We live in an age of celebrity and branding. From politics to pop music, it seems that public tastes are increasingly personality-led. Some argue this has resulted in a culture that values style over substance. But for several high-profile operators,
it has led to an unprecedented expansion of traditional architectural remits.
Hadi Teherani is excited by these developments. The Iranian-born architect, famed for his challenging, visionary designs, such as Munich's Swiss RH centre and the Dockland office building in Hamburg (which won Best Structural Design at the LEAF Awards
in 2005), has moved into interior design and lifestyle products – a transition he sees as crucial in pushing his Teherani brand.
Slight and immaculately dressed, the 52-year-old speaks unashamedly about his attempts to expand his commercial operations.
"As your reputation grows," he explains, "people begin to appreciate your name as a brand. Traditionally, architects have not
thought that much about it, but we have to learn."
Teherani views such an approach as crucial in protecting the interests of the profession: "The big names in fashion are moving over to architecture. We now have Armani hotels fitted with Armani furniture and interior features. Initially, we thought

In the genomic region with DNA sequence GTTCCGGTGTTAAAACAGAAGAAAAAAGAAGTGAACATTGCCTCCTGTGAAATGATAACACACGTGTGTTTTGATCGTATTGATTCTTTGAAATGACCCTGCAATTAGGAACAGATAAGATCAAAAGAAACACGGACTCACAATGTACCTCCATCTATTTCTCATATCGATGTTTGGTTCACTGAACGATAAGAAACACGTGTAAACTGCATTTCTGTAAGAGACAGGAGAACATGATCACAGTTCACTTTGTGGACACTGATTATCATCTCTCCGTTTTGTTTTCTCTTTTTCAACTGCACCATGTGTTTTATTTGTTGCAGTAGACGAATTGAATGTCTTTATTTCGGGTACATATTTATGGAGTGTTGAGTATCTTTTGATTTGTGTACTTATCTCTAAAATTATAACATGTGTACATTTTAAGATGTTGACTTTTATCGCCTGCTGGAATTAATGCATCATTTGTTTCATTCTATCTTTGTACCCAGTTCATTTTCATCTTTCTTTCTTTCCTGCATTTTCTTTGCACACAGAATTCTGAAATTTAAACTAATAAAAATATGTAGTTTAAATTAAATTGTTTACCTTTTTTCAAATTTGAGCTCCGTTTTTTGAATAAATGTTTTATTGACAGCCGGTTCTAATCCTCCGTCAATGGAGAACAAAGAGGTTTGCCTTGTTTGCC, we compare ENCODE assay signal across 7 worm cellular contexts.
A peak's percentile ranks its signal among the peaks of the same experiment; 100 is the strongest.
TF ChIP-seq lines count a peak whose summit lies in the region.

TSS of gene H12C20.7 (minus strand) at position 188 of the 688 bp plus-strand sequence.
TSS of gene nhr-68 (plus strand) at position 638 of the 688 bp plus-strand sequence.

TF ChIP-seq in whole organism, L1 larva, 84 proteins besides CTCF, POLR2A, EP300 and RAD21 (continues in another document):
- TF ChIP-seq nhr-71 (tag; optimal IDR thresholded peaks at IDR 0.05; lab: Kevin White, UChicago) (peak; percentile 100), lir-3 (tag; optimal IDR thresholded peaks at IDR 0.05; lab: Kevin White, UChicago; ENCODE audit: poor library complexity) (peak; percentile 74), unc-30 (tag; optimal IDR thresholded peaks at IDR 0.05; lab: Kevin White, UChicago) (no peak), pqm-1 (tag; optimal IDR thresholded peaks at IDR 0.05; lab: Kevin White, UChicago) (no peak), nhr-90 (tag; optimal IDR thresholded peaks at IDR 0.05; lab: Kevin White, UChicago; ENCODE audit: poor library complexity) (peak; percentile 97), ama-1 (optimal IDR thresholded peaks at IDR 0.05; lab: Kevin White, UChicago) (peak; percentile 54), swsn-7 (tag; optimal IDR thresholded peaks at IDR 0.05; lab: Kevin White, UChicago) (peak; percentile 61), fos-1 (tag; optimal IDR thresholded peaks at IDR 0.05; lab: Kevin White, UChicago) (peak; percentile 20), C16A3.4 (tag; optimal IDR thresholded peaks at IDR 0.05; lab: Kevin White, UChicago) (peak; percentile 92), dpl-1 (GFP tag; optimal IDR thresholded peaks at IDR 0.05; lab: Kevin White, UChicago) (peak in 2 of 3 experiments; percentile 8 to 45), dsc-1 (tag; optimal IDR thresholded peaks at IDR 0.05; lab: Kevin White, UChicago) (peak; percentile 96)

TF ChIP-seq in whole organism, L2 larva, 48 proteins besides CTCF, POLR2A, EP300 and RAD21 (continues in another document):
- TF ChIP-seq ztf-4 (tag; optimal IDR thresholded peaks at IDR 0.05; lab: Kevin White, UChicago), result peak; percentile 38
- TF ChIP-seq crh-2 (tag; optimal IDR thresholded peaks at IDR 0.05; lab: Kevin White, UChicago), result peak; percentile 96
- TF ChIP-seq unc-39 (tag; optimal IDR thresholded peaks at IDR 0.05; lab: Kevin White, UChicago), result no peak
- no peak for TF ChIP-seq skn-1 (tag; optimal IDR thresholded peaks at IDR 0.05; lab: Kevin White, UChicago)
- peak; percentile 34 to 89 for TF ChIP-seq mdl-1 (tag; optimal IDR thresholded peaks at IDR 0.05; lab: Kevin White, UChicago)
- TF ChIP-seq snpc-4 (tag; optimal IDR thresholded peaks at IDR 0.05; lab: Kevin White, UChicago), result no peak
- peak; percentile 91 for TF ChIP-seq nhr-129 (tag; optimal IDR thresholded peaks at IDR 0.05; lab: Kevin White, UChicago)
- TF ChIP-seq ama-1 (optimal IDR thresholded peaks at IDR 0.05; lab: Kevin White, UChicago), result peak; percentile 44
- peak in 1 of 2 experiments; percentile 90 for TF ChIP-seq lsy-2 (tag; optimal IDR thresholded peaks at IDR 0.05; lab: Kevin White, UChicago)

that people would understand that it was not Armani's job to design buildings, but the power of celebrity has allowed him to employ the best architects and then sell the result more easily through his name."
Teherani believes speed is essential: "We have to be quick with the branding. You can only reach people when you're right there in the house. A Teherani water bottle on the bedside table means that they know and trust you – just look at Philippe
Starck is a name that comes up frequently during our discussion, and he provides much of the inspiration for Teherani's change of direction. Although softly spoken, shy even, he remains unconcerned that some of his contemporaries might frown on such
naked ambition: "In Germany, for a long time it was forbidden for architects to develop their profession. Some might not like it, but people must understand that what we are doing is all part of the same line. The same rules apply."
The movement into interiors was accidental. "We had a lot of innovations in our buildings, but could not find the right products with which to furnish them," he explains.
"At first, we created solutions only for our own buildings, but invested so much
time in them that we had to bring them to market. Then, it was opened to lifestyle. Once you make that move, it opens up an enormous range – kitchens, belts, shoes, music – you name it."
Teherani sees no conflict between these various interests: "I am concerned with the conclusiveness of the architectonic statement. It is what the Bauhaus of the 1920s was striving for: a harmonious, total work of art. With the inside of the building,
the design rules are no different to those for its external appearance. Such an understanding ensures there is no break in the aesthetic statement."
Teherani's commitment to this 'one line' approach is total: "It is not possible to design a room without thinking of its subsequent use or formation. Any participation from a different side is an interference in the process and does not always share